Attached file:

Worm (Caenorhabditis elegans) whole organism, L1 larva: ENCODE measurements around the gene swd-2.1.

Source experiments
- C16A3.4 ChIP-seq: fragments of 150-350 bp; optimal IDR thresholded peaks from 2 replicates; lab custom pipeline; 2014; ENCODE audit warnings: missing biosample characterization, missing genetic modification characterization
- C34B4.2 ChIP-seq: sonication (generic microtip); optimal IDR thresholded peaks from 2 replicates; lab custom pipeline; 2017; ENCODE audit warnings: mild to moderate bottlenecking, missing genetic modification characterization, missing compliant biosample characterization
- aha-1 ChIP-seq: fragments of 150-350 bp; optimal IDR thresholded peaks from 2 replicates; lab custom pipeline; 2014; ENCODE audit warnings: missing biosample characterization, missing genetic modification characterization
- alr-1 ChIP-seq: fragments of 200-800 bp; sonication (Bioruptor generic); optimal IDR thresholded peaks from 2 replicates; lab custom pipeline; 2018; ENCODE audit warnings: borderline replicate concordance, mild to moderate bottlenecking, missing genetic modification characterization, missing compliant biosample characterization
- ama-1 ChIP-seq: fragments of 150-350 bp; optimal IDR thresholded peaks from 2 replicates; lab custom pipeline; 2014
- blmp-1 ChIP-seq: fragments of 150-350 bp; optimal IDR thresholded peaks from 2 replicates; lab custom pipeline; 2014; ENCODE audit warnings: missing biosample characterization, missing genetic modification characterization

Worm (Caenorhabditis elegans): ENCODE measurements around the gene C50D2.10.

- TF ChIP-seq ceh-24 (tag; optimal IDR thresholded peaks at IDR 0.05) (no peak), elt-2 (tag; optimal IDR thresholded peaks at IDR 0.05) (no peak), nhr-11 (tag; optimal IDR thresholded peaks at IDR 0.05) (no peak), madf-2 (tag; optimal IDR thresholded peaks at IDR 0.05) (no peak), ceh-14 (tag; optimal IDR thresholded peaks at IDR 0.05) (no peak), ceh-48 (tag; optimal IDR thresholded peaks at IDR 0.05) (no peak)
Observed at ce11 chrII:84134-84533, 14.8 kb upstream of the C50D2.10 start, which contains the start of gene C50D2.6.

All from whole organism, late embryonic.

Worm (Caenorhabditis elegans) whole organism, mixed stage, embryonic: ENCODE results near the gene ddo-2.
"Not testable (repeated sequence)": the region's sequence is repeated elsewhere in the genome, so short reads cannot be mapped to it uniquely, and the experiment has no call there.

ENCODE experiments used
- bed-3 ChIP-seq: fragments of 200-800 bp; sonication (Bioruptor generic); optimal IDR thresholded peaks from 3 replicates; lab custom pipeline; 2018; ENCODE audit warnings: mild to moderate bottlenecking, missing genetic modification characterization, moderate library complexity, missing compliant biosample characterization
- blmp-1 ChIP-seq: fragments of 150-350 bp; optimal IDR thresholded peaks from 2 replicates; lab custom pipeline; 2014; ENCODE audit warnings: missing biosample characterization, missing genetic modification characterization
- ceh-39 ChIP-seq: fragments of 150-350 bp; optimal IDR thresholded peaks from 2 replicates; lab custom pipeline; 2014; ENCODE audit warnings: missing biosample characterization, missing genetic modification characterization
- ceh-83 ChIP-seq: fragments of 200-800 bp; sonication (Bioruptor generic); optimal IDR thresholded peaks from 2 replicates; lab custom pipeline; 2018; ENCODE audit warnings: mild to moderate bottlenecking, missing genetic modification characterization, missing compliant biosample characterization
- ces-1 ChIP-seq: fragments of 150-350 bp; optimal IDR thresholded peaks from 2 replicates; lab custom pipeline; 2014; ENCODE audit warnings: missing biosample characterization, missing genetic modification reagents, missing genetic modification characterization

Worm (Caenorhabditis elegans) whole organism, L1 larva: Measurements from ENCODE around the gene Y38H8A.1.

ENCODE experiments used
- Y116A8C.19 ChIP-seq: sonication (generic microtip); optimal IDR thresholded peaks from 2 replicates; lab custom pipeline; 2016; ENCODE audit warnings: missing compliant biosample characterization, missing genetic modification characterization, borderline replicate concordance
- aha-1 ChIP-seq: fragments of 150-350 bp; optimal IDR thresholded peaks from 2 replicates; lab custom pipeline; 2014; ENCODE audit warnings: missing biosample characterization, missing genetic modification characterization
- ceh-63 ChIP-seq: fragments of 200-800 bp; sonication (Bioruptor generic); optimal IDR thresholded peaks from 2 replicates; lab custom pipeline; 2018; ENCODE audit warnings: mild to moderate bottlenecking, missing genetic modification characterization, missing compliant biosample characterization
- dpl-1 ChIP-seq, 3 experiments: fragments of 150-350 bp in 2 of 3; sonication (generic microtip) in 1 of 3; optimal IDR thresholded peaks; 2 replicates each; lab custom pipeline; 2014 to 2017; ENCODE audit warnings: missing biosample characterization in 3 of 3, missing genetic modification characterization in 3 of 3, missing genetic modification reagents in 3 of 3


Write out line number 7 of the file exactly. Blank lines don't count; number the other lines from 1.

- ama-1 ChIP-seq: fragments of 150-350 bp; optimal IDR thresholded peaks from 2 replicates; lab custom pipeline; 2014